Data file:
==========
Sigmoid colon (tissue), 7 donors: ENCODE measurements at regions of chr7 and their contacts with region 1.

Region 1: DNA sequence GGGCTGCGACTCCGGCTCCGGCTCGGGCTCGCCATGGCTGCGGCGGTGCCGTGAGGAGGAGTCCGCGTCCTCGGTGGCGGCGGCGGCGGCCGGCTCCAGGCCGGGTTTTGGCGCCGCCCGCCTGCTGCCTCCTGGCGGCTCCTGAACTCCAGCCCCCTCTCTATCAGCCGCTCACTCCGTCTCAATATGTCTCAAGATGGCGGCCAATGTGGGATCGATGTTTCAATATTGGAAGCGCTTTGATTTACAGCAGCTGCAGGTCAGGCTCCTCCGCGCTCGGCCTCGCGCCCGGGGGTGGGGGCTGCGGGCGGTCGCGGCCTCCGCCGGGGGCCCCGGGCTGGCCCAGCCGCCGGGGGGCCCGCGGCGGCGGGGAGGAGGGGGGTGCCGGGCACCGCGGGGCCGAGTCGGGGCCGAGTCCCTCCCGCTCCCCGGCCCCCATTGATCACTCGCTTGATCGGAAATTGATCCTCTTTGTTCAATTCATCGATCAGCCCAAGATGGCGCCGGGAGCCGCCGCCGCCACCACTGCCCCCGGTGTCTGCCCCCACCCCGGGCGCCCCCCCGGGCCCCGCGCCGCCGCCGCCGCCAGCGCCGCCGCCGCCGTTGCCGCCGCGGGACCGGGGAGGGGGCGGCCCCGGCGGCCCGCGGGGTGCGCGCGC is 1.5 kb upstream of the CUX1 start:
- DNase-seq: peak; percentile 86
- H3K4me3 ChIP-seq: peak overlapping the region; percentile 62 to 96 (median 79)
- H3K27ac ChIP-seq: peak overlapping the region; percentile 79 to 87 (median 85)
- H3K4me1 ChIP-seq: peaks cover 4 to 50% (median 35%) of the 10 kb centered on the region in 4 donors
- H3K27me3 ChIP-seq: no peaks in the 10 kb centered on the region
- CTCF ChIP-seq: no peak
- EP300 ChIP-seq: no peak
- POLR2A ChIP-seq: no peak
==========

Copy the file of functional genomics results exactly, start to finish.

Sigmoid colon (tissue), 7 donors: ENCODE measurements at regions of chr7 and their contacts with region 1.

Region 1: DNA sequence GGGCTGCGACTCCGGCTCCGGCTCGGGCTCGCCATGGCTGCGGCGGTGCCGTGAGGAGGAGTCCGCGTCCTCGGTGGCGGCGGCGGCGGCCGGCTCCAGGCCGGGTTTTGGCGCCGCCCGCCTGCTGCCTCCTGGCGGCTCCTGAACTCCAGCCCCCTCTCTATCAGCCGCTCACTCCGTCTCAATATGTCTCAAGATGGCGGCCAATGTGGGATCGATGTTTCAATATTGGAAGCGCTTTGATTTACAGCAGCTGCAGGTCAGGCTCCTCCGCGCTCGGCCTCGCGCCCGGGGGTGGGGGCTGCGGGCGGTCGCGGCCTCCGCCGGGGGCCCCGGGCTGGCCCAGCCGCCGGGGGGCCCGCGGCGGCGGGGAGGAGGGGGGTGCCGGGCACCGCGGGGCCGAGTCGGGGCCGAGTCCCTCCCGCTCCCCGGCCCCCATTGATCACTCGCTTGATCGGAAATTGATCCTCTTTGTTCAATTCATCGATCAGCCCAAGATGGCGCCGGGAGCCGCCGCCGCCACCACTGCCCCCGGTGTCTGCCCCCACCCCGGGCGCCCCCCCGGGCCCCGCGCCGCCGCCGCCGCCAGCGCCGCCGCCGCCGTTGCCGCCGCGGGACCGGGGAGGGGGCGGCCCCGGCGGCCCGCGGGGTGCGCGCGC is 1.5 kb upstream of the CUX1 start:
- DNase-seq: peak; percentile 86
- H3K4me3 ChIP-seq: peak overlapping the region; percentile 62 to 96 (median 79)
- H3K27ac ChIP-seq: peak overlapping the region; percentile 79 to 87 (median 85)
- H3K4me1 ChIP-seq: peaks cover 4 to 50% (median 35%) of the 10 kb centered on the region in 4 donors
- H3K27me3 ChIP-seq: no peaks in the 10 kb centered on the region
- CTCF ChIP-seq: no peak
- EP300 ChIP-seq: no peak
- POLR2A ChIP-seq: no peak